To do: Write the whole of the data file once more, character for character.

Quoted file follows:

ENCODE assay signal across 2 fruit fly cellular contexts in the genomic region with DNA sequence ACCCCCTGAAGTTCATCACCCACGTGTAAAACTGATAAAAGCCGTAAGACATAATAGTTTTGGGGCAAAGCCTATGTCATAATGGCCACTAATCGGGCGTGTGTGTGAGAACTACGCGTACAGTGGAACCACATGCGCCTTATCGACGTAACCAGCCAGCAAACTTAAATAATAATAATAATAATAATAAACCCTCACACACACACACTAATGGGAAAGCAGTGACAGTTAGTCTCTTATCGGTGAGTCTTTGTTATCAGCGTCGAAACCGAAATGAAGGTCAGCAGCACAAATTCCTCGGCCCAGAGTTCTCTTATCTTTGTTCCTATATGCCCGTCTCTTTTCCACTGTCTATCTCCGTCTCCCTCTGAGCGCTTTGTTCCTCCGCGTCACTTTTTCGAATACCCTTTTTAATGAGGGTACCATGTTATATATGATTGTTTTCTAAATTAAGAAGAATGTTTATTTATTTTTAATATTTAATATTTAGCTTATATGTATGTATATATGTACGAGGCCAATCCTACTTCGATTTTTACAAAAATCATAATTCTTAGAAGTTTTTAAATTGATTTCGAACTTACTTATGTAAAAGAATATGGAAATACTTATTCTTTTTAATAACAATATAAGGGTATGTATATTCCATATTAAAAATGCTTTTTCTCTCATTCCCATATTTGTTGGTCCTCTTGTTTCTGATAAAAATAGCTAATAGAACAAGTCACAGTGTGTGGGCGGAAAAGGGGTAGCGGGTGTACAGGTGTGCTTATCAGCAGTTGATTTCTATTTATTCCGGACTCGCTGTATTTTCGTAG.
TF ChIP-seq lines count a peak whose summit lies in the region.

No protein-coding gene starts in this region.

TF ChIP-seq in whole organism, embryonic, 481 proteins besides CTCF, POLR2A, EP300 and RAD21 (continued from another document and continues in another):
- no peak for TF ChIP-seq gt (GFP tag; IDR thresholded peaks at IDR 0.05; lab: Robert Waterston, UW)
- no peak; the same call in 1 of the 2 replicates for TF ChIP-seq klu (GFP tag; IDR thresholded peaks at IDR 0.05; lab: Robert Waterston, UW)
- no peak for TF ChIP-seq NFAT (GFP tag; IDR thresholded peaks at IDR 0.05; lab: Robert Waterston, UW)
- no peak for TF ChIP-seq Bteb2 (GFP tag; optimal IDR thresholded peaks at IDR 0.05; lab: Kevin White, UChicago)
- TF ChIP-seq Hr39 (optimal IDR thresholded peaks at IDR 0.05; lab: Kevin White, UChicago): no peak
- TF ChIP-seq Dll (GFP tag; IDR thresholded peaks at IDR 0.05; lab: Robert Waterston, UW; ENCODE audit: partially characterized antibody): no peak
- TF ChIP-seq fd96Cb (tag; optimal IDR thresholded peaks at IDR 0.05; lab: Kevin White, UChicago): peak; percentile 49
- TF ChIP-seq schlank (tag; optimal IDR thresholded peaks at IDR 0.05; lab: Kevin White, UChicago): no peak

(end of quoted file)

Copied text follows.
ENCODE assay signal across 2 fruit fly cellular contexts in the genomic region with DNA sequence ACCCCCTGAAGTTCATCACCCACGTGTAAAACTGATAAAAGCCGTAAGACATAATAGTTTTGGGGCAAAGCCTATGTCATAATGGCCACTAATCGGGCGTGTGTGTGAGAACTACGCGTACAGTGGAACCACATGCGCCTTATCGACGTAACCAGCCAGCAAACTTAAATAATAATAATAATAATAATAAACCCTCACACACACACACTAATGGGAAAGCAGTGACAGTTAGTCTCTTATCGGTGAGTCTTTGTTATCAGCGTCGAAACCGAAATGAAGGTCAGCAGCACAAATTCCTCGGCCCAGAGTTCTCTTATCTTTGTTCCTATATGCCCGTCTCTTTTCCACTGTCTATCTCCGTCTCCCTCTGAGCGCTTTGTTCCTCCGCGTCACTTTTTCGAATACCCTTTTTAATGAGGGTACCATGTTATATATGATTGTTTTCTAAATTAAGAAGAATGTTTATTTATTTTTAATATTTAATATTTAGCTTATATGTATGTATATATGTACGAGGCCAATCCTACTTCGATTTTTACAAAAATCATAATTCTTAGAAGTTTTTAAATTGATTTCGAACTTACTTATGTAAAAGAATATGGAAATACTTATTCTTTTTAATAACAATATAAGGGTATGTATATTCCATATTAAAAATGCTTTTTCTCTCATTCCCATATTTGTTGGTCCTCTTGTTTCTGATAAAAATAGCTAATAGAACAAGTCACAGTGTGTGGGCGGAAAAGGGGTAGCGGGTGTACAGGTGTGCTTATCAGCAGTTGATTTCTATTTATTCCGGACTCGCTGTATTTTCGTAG.
TF ChIP-seq lines count a peak whose summit lies in the region.

No protein-coding gene starts in this region.

TF ChIP-seq in whole organism, embryonic, 481 proteins besides CTCF, POLR2A, EP300 and RAD21 (continued from another document and continues in another):
- no peak for TF ChIP-seq gt (GFP tag; IDR thresholded peaks at IDR 0.05; lab: Robert Waterston, UW)
- no peak; the same call in 1 of the 2 replicates for TF ChIP-seq klu (GFP tag; IDR thresholded peaks at IDR 0.05; lab: Robert Waterston, UW)
- no peak for TF ChIP-seq NFAT (GFP tag; IDR thresholded peaks at IDR 0.05; lab: Robert Waterston, UW)
- no peak for TF ChIP-seq Bteb2 (GFP tag; optimal IDR thresholded peaks at IDR 0.05; lab: Kevin White, UChicago)
- TF ChIP-seq Hr39 (optimal IDR thresholded peaks at IDR 0.05; lab: Kevin White, UChicago): no peak
- TF ChIP-seq Dll (GFP tag; IDR thresholded peaks at IDR 0.05; lab: Robert Waterston, UW; ENCODE audit: partially characterized antibody): no peak
- TF ChIP-seq fd96Cb (tag; optimal IDR thresholded peaks at IDR 0.05; lab: Kevin White, UChicago): peak; percentile 49
- TF ChIP-seq schlank (tag; optimal IDR thresholded peaks at IDR 0.05; lab: Kevin White, UChicago): no peak